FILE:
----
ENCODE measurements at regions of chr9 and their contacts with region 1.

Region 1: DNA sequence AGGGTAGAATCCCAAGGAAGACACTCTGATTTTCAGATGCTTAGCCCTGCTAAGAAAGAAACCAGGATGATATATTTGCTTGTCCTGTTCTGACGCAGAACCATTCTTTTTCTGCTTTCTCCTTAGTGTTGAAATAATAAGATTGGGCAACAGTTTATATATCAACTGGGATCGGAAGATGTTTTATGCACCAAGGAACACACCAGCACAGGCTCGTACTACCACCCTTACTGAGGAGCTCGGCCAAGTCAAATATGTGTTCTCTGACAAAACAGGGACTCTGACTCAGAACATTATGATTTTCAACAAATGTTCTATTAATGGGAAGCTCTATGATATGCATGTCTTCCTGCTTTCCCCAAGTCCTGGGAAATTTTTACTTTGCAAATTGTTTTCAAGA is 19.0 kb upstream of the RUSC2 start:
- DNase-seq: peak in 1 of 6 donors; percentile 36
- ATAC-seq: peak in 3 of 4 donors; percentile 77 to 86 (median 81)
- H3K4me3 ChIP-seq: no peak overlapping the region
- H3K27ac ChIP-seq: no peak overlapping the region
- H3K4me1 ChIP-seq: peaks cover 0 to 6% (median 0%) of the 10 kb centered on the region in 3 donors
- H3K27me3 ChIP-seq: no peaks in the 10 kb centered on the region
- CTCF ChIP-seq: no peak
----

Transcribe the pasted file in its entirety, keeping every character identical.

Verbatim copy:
ENCODE measurements at regions of chr9 and their contacts with region 1.

Region 1: DNA sequence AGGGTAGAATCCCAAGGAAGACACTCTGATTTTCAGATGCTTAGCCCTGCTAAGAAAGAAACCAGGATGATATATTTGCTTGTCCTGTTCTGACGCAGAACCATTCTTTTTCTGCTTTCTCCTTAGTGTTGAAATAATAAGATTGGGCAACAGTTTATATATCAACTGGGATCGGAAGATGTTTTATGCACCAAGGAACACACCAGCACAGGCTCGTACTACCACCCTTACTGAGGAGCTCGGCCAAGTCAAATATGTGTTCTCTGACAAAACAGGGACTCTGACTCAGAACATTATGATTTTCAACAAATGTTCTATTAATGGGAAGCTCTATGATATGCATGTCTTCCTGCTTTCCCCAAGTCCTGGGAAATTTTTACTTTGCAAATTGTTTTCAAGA is 19.0 kb upstream of the RUSC2 start:
- DNase-seq: peak in 1 of 6 donors; percentile 36
- ATAC-seq: peak in 3 of 4 donors; percentile 77 to 86 (median 81)
- H3K4me3 ChIP-seq: no peak overlapping the region
- H3K27ac ChIP-seq: no peak overlapping the region
- H3K4me1 ChIP-seq: peaks cover 0 to 6% (median 0%) of the 10 kb centered on the region in 3 donors
- H3K27me3 ChIP-seq: no peaks in the 10 kb centered on the region
- CTCF ChIP-seq: no peak